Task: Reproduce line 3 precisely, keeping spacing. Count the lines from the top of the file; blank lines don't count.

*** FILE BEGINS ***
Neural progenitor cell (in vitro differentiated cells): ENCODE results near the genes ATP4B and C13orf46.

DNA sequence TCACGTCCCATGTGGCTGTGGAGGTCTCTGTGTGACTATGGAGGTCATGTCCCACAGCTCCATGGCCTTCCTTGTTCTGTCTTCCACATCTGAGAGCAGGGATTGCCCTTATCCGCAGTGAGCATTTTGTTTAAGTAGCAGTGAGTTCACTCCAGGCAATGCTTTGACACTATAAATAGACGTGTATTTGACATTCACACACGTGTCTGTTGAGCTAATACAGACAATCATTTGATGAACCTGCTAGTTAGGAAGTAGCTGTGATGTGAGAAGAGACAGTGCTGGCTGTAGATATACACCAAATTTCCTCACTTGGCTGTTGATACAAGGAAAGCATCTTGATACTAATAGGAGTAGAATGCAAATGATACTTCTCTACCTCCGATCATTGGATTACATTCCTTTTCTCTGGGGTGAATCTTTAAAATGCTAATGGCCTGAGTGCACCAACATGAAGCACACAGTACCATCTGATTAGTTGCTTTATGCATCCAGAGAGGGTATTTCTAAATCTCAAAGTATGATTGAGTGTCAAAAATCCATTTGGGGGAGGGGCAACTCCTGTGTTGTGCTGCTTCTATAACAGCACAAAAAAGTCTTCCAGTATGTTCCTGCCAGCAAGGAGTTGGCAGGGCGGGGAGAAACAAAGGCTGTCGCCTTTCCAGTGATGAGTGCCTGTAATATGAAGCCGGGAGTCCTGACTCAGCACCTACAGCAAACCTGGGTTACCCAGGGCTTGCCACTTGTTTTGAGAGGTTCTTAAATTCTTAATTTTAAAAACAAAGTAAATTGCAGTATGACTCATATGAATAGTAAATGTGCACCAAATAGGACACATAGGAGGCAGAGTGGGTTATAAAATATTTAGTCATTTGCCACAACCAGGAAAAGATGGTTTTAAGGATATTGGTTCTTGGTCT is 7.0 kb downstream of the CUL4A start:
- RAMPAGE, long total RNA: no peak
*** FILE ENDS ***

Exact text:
- RAMPAGE, long total RNA: no peak